The solitaire was superseded by a large lawn cravat.

The coat, boasting a collar, was laced and frogged with its hitherto right-angled fronts rounded off like the modern cutaway. (These corners had been previously buttoned back for convenience by soldiers.) It was short waisted before the French Revolution, and sharply cut back like the coat of a full dress suit, with tails very long and full, and no cuffs. The collar, standing very high at the back of the neck, ended in broad revers.

The shirt was sometimes left open at the throat, with a cravat loosely tied below. Lace-edged ruffles called "chitterlings" were also used in the coat opening above the double-breasted waistcoat, which extended below the coat line. During this reign black satin knee-breeches, worn skin tight, were in fashion. A loose pair are spoken of as "bags" in the "School for Scandal." About 1790 the tight-fitting pantaloon, buttoned for several inches above the ankle, was first seen.

The greatest amount of powder was used in the hair about 1776-1777, when wigs and headdresses were at their largest. Pink powder was in vogue in 1780. About this date, wigs were smaller, with two horizontal curls over the ears, kept in shape by inserted wires ; a queue or pigtail hung at the back. Powder was going out of fashion in 1785, when the hair, imitating a wig, was arranged in long pigtails. By the French Revolution, short hair and side whiskers were quite common.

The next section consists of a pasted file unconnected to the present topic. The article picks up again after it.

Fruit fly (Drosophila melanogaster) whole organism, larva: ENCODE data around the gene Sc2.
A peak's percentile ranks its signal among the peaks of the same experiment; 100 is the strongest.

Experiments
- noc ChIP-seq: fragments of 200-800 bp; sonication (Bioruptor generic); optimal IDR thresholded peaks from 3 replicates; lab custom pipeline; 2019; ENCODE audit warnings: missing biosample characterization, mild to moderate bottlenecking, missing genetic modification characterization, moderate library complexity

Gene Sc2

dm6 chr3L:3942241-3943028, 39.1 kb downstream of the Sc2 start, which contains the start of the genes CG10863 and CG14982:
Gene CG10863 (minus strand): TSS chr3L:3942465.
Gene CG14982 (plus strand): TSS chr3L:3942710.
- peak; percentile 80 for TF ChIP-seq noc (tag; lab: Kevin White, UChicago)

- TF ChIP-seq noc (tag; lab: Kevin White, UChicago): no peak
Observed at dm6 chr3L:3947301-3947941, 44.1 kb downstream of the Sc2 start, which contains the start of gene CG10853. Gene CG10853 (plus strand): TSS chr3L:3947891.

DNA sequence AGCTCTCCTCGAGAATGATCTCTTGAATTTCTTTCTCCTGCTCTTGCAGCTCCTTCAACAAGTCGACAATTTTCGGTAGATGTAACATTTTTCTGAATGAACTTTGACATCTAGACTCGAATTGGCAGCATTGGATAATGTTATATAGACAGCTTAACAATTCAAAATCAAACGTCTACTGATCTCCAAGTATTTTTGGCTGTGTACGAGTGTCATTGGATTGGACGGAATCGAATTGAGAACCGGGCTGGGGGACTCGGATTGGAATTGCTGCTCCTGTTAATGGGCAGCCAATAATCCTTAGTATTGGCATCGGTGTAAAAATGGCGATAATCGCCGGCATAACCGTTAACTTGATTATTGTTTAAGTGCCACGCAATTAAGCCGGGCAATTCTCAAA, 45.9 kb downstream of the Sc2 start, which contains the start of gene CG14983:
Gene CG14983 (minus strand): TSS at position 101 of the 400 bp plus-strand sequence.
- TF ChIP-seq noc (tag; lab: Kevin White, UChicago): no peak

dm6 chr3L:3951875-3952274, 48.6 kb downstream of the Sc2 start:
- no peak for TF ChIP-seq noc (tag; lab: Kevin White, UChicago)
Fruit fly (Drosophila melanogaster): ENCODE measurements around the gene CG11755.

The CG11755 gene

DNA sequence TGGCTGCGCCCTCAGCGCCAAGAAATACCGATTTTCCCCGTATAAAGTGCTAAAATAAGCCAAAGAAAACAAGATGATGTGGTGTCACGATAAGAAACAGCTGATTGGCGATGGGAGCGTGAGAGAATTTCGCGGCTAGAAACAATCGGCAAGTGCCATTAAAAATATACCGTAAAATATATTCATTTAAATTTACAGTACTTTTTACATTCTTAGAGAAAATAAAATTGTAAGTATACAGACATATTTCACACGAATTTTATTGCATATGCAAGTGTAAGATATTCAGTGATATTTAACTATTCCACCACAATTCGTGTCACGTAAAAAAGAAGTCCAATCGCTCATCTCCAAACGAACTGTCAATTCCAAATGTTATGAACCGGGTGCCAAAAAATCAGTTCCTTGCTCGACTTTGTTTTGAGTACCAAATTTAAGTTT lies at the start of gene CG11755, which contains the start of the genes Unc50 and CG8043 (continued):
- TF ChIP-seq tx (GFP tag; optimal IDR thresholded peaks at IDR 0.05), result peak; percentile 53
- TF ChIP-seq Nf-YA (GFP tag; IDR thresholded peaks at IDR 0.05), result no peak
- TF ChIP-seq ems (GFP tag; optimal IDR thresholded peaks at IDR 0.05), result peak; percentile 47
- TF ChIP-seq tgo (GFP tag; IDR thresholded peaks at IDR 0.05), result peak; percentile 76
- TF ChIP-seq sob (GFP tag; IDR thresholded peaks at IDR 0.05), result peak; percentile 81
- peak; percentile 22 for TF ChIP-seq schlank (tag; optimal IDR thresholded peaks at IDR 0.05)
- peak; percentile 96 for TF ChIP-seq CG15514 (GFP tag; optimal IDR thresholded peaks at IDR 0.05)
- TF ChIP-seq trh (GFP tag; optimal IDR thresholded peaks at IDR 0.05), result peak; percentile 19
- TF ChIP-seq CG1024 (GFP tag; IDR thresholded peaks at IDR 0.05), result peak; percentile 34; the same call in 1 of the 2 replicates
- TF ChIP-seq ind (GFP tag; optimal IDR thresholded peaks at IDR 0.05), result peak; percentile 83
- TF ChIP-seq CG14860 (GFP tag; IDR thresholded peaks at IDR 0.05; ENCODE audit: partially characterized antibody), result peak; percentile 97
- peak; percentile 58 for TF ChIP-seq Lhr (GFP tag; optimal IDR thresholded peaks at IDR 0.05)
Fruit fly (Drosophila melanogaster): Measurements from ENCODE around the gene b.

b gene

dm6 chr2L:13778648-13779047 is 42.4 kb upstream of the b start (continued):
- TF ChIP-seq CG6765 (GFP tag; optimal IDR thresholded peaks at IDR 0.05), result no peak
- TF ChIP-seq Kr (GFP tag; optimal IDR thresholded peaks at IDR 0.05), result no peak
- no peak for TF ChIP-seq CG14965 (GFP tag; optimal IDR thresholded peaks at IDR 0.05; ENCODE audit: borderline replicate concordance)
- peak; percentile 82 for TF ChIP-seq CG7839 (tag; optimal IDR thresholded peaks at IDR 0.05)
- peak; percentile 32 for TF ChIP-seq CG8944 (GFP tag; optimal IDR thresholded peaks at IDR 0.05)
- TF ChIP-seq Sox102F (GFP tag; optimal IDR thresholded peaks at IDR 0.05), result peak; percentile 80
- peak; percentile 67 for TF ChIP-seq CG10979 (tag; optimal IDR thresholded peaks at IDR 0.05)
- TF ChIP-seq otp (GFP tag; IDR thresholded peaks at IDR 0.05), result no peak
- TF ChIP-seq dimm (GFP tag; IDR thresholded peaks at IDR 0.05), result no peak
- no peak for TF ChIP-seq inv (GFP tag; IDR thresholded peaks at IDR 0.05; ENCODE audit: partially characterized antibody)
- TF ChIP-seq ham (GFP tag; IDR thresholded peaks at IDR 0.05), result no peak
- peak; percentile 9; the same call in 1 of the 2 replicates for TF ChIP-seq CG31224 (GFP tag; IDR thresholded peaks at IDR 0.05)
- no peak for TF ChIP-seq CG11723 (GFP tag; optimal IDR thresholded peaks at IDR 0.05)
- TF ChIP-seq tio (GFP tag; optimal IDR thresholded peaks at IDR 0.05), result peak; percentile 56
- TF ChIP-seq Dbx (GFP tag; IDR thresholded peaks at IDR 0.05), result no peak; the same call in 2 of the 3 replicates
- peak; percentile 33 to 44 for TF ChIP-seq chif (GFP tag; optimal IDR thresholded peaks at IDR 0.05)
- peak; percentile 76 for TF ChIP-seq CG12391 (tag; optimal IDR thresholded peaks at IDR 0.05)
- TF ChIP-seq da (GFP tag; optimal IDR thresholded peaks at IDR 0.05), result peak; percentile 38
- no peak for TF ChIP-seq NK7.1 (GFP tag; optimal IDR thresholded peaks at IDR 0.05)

The cocked hats, with a cockade in front, gradually disappeared when the natural hair came into vogue. Hats with broad brims were superseded by others with high crowns and curled edges ; after the Revolution, the high beaver hat was worn.

A craze for striped clothing set in about 1793; the period was alluded to as the "zebra."

Shoes showed buckles, pointed toes and lower heels; broad tops several inches wide, turned back and faced with light brown leather, appeared on high wrinkled boots. Hessians were stiff boots running up in a point below the knee, whence the sides curved away to a lower back. The tops were finished with gold cord tied with tasseled ends in front.

Snuff boxes, also sword sticks, were carried and, in the early part of the reign, muffs.


The sack-back dress was worn during the early years of the reign. In 1760 a cloak called the "cardinal," owing to its close resemblance to one worn by ecclesiastics of that title, came into style. The "Artois" was another cloak with three or four shoulder capes adopted in 1783; the lowest cape ran to a deep point in the back; lapels decorated this garment, which was noticeably "tailored," in keeping with the mannish tendency in cut so apparent on women's clothes at that time.